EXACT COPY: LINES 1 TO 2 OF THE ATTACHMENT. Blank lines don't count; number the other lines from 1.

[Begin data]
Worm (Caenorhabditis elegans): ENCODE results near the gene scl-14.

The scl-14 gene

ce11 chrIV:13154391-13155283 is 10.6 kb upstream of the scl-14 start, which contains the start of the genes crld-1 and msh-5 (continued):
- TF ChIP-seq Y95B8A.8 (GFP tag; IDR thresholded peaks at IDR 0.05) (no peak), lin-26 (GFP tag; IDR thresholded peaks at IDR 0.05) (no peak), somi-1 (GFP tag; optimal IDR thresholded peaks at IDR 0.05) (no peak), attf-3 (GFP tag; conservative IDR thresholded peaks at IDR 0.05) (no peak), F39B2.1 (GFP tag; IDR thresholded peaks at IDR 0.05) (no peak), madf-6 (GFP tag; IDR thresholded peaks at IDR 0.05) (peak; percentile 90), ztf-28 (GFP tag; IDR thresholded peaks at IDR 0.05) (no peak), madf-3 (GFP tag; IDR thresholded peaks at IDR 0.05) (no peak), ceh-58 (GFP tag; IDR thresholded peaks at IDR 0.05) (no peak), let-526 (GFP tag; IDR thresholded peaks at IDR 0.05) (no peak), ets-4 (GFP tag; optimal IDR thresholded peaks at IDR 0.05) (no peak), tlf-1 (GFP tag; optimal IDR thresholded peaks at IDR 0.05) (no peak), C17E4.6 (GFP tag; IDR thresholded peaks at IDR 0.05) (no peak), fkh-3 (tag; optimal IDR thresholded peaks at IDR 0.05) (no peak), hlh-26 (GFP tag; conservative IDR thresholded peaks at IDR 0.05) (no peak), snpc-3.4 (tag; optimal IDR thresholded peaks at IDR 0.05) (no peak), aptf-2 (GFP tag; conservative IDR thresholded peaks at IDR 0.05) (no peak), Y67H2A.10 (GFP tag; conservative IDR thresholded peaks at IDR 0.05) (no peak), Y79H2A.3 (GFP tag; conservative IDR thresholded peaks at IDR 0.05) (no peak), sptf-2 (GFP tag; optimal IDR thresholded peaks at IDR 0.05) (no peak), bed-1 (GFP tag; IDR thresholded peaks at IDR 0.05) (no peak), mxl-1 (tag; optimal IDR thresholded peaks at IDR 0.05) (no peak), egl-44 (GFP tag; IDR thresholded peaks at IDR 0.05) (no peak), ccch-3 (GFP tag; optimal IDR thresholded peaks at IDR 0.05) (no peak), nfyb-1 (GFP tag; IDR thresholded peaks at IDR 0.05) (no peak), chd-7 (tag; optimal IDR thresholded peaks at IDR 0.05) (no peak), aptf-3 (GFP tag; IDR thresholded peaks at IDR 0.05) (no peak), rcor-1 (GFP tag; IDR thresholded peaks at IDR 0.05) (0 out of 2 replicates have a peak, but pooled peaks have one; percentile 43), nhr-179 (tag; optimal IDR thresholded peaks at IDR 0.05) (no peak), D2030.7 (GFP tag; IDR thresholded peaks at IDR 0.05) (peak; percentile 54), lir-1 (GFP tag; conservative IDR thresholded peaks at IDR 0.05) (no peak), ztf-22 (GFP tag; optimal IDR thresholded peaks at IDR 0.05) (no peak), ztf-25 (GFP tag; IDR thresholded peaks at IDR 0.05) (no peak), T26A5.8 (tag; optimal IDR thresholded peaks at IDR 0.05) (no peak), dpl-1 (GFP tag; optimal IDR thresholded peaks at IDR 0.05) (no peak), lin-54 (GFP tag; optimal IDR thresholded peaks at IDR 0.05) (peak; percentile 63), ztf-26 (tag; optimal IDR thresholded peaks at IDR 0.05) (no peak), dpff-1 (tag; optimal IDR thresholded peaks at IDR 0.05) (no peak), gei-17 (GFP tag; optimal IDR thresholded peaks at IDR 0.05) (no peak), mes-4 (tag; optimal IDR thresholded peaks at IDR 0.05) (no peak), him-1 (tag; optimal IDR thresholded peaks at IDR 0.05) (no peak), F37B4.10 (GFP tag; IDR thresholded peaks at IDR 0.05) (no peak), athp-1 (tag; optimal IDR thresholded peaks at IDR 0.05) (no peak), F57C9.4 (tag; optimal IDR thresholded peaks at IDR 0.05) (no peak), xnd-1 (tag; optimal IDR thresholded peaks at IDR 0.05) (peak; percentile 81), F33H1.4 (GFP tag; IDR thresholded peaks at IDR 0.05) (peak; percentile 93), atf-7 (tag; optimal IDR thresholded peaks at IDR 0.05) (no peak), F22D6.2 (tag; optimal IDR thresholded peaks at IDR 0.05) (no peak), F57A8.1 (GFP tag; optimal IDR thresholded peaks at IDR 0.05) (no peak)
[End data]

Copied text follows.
Worm (Caenorhabditis elegans): ENCODE results near the gene scl-14.

The scl-14 gene